Post Reply
4 years ago  ::  Jan 17, 2011 - 12:38PM #1
Thomas A Quinas
Posts: 1,655

In addition to it being Martin Luther King Day, it is also the feastday of one of my favorite saints, St. Anthony:



To serve God more perfectly, Anthony immured himself in a ruin, building up the door so that none could enter. Here the devils assaulted him furiously, appearing as various monsters, and even wounding him severely; but his courage never failed, and he overcame them all by confidence in God and by the sign of the cross. One night, while Anthony was in his solitude, many devils scourged him so terribly that he lay as if dead. A friend found him in this condition, and believing him dead carried him home. But when Anthony came to himself he persuaded his friend to take him back, in spite of his wounds, to his solitude. Here, prostrate from weakness, he defied the devils, saying, “I fear you not; you cannot separate me from the love of Christ.” After more vain assaults the devils fled, and Christ appeared to Anthony in His glory.


Saint Anthony’s only food was bread and water, which he never tasted before sunset, and sometimes only once in two, three, or four days. He wore sackcloth and sheepskin, and he often knelt in prayer from sunset to sunrise.


This portrait called "The Torment of St. Anthony" [painted by Michelangelo Buonarroti (1475–1564)] was recently acquired by the Kimbell Art Museum of Fort Worth, Texas (my neck of the woods) in May of 2009.  As most of us already know, Anthony was accredited with several achievements during his several decades of service for the Church militant, including desert monasticism and defending the true faith against the Arian heretics who ran ramped during his exile.  One of my favorite readings on Athanasius is the Life of St. Anthony.  I've excerpted a paragraph under his address to monks, rendered from Coptic, exhorting them to perseverance, and encouraging them against the wiles of Satan:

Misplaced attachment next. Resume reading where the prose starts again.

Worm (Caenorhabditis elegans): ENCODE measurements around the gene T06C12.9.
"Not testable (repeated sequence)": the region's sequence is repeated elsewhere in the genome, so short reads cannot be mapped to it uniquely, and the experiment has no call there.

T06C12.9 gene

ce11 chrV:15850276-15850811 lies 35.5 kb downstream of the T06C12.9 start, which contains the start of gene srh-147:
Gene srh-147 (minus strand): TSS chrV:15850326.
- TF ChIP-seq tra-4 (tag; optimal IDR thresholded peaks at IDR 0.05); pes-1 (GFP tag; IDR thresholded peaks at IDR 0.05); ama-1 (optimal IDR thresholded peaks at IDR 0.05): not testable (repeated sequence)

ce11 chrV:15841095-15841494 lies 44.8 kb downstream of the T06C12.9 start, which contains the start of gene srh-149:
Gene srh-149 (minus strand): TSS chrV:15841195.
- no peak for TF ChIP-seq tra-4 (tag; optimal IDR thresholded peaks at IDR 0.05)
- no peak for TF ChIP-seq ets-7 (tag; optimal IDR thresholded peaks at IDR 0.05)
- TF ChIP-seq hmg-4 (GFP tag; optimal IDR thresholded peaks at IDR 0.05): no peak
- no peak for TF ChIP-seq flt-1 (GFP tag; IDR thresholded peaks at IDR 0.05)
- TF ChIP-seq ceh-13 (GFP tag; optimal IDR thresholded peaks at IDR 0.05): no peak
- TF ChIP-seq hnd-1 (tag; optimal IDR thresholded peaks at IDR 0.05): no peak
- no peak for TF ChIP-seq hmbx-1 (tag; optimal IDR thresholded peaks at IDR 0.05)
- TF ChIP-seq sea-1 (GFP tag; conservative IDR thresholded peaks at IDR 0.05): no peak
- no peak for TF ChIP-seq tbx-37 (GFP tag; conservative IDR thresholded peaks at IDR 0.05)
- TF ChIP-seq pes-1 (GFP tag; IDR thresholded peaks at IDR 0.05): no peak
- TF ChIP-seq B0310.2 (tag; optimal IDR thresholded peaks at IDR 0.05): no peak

35. 'When, therefore, they come by night to you and wish to tell the future, or say, we are theangels, give no heed, for they lie. Yea even if they praise your discipline and call you blessed, hear them not, and have no dealings with them; but rather sign yourselves and your houses, and pray, and you shall see them vanish. For they are cowards, and greatly fear the sign of the Lord's Cross, since of a truth in it the Saviour stripped them, and made an example of them. Colossians 2:15 But if they shamelessly stand their ground, capering and changing their forms of appearance, fear them not, nor shrink, nor heed them as though they were good spirits. For the presence either of the good or evil by the help of God can easily be distinguished. The vision of the holy ones is not fraught with distraction: For they will not strive, nor cry, nor shall any one hear their voice.But it comes so quietly and gently that immediately joy, gladness and courage arise in the soul. For the Lord who is our joy is with them, and the power of God the Father.  And the thoughts of the soul remain unruffled and undisturbed, so that it, enlightened as it were with rays, beholds by itself those who appear. For the love of what is divine and of the things to come possesses it, and willingly it would be wholly joined with them if it could depart along with them. But if, being men, some fear the vision of the good, those who appear immediately take fear away as Gabriel Luke 1:13 did in the case of Zacharias, and as the angel Matthew 28:5 did who appeared to the women at the holy sepulchre, and as He did who said to the shepherds in the Gospel, Fear not. For their fear arose not from timidity, but from the recognition of the presence of superior beings. Such then is the nature of the visions of the holyones.'


Grant, we beseech thee, O Lord, that the prayers of thy holy Abbot, blessed Anthony may commend us unto thee : that we, who have no power of ourselves to help ourselves, may by his advocacy find favour in thy sight.  Through Jesus Christ, thy Son our Lord, Who liveth and reigneth with thee, in the unity of the Holy Ghost, ever one God, world without end.  Amen.

Seek true peace, not upon earth, but in heaven; not in men, nor in other things created, but in God alone. -- The Imitation of Christ by Thomas A Kempis

Quick Reply
Cancel
 
    Viewing this thread :: 0 registered and 1 guest
    No registered users viewing
    Advertisement

    Beliefnet On Facebook